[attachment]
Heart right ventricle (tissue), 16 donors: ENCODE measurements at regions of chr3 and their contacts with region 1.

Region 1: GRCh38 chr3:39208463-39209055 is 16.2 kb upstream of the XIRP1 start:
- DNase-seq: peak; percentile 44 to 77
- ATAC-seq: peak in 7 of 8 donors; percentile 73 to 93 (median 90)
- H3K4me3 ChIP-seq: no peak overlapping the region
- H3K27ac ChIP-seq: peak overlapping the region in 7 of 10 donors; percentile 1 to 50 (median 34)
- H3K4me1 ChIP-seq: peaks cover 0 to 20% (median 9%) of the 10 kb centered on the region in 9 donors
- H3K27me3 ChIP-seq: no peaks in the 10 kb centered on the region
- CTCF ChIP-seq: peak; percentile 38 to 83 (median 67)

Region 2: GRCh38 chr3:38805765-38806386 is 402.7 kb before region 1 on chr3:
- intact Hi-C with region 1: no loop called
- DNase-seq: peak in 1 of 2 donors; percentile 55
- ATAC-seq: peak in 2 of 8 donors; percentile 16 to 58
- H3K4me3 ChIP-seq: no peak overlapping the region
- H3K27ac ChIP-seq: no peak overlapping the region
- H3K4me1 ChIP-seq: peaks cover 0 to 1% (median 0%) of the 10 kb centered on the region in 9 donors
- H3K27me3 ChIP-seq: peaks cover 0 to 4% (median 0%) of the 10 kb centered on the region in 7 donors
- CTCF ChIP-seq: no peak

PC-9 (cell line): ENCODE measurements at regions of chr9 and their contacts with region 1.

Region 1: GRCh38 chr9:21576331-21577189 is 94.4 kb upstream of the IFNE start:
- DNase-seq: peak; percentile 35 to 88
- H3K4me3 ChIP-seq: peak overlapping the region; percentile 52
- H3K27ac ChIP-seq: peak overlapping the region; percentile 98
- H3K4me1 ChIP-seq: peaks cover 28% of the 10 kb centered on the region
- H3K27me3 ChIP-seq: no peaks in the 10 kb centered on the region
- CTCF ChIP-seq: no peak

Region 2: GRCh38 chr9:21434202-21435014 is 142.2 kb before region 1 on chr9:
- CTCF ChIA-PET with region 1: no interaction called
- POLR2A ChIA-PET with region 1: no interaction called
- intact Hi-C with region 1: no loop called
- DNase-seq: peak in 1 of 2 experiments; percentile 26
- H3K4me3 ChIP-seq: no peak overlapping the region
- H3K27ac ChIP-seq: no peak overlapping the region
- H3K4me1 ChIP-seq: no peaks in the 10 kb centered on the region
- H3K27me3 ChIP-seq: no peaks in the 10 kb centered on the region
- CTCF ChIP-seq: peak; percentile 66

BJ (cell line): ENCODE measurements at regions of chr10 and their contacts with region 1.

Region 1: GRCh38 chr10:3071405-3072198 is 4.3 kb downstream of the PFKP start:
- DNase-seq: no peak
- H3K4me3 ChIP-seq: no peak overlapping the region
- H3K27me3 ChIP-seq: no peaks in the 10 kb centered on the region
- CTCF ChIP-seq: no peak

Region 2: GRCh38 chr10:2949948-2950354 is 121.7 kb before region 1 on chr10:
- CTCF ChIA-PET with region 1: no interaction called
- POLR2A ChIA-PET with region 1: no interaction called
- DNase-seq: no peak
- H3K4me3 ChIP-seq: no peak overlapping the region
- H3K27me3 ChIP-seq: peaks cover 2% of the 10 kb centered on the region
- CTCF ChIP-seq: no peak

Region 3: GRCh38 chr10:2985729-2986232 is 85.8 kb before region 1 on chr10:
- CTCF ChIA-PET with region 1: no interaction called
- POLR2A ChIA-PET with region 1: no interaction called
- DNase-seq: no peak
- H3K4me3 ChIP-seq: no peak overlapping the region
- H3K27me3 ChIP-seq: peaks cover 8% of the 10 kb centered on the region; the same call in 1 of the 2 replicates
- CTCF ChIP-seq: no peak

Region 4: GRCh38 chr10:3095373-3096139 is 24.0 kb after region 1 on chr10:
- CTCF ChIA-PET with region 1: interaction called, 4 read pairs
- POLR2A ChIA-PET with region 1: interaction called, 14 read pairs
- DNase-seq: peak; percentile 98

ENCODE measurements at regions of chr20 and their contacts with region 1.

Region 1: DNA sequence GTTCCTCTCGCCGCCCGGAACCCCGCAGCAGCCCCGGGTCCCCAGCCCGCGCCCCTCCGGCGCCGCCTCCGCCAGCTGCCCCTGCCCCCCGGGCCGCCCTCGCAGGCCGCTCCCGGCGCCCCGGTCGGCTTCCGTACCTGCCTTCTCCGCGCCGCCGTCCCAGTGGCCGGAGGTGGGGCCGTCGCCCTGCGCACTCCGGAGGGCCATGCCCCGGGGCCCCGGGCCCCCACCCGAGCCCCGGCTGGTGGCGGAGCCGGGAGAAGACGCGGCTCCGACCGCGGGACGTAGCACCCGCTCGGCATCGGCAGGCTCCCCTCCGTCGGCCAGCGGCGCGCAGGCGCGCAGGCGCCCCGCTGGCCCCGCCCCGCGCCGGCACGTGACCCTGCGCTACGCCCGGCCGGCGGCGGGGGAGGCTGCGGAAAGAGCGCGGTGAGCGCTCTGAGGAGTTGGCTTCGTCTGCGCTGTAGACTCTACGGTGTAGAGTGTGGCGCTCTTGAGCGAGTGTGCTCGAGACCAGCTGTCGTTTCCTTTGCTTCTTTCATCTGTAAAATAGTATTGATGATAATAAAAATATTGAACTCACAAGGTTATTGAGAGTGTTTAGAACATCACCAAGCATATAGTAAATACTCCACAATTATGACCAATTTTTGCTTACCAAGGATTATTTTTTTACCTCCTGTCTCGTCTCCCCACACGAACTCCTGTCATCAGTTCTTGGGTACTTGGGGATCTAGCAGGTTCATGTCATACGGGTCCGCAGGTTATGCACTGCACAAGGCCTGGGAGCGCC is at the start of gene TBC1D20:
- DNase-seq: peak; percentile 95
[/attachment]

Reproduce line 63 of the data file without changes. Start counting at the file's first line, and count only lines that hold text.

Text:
- DNase-seq: peak; percentile 95